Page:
Toy True bracing for inauguration

Published 5:37 am Thursday, January 8, 2009

By Staff
Dowagiac resident Toy True has been spending her work week in Washington, D.C., since the beginning of December.
She is serving as interim director of clinical resource management for a 950-bed acute care inner-city hospital in the district.
As part of the assignment, she is helping the hospital prepare for the potential increase in volume of patients needing medical treatment just due to the increase in visitors associated with the events.
The hospital not only serves the community as a level-one trauma service, but is a primary burn treatment center for the region.
"The citywide emergency management team has diligently been preparing for this event, and our hospital is pivotal in that plan," True said Wednesday from Washington.
"The lessons learned from 9/11 have taught us to plan and prepare for the worst. We are working with post-acute facilities which normally do not accept discharged patients on the weekend and holidays to partner in a citywide effort to do so on this unusual weekend – and holiday – just prior to the inauguration.
"During a normal week, we are usually at capacity," she said. "We hope to discharge as many patients as possible to free up beds to serve the increased population due to the anticipated millions who will visit the city during the following week."
On assignment from the Center For Case Management, an internationally renowned hospital consulting firm, True's day-to-day operations have been to provide leadership as director of a 60-person clinical resource management team and consulting services to the hospital.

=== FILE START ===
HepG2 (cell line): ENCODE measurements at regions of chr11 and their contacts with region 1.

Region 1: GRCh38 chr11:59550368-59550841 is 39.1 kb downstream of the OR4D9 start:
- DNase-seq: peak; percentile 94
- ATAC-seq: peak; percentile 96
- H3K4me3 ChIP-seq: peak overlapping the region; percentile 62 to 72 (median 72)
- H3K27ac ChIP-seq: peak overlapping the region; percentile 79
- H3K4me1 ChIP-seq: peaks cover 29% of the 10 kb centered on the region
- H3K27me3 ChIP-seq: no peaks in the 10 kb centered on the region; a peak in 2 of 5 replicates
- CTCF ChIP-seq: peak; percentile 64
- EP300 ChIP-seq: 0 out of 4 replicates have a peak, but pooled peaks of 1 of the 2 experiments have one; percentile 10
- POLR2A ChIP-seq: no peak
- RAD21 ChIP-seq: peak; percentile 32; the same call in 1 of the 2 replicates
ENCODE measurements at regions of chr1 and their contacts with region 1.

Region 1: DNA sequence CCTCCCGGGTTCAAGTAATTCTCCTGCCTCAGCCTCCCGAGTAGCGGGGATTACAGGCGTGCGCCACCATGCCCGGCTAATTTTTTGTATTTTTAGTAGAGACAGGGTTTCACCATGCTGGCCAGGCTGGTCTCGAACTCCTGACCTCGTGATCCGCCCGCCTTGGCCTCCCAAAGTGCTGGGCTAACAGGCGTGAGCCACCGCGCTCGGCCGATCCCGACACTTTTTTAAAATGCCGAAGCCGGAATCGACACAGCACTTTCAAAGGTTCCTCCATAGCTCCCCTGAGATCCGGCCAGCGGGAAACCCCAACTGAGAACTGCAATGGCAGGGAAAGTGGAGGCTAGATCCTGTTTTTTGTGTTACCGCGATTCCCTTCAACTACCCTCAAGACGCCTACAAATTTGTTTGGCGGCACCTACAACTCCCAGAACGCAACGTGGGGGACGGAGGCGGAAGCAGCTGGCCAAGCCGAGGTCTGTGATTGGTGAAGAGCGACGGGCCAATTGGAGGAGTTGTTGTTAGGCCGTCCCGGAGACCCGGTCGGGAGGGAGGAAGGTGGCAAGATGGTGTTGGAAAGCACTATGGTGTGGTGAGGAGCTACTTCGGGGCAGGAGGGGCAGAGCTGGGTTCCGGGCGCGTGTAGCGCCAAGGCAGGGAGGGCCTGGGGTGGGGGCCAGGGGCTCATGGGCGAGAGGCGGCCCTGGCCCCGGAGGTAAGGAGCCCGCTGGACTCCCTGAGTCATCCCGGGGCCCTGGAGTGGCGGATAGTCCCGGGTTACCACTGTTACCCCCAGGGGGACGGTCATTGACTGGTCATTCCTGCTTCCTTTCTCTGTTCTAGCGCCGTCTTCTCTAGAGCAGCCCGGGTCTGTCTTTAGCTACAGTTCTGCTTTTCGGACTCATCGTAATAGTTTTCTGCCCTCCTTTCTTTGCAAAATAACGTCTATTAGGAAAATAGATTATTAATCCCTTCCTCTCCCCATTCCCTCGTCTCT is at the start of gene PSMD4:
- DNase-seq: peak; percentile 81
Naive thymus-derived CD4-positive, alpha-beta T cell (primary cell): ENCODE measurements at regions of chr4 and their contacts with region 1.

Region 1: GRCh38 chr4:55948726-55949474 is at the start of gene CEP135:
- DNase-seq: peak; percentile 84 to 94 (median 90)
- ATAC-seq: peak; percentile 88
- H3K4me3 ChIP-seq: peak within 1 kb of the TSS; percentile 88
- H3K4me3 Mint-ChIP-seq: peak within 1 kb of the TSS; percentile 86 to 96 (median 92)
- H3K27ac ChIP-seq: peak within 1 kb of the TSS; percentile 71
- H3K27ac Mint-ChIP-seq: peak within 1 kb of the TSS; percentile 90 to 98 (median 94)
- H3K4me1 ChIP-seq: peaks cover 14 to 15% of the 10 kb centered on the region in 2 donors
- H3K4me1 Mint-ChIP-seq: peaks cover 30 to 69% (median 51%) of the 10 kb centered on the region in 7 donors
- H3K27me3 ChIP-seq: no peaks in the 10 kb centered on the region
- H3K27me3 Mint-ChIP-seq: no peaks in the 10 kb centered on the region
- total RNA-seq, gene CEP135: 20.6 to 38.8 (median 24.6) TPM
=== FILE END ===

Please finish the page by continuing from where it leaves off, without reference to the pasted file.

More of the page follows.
It is coincidental that her term there is during this historic event.
"The city has studied the statistics of crowd behaviors, and is expecting 400 crush injuries alone, just from the number of people flooding the square footage of spaces. Our helicopter service will be unavailable because the only aircraft allowed in the airspace will be provided by the military. So military medi-vac units are planned to deliver critical patients to their treatment destinations. Home care agencies are troubleshooting how they will get through the congested city to see their patients."
True has enjoyed being able to fly home every weekend after her 4 day work week to be with her husband Harry Little. "I could live without the travel, but the work has been incredible. I have always wanted to do consulting as my 'retirement job.' It has been exciting to collaborate and work for the Boston based Center for Case Management; with the industry leaders I have admired, whose books I've read and research I've followed. I have used the time away to study and write, in hopes of completing my PhD in Organizational Psychology. This is great for someone who just loves to learn and teach. Thank God for cell phones. I can still talk with husband and nag my son on a daily basis."
She plans to remain on this assignment until the end of February, and looks forward to some time off before accepting the next assignment. She plans getting involved in some research activities at The Center for Case Management, authoring some articles and training materials that will be available through the website ( "Hotel hotel life hasn't been too bad, although I have relinquished my room to the emergency management team from the district on the 19th, &20th. The hospital's vice presidents are bringing airbeds into their offices, so I will do the same. We don't want to be trapped away from the hospital if the worst happens.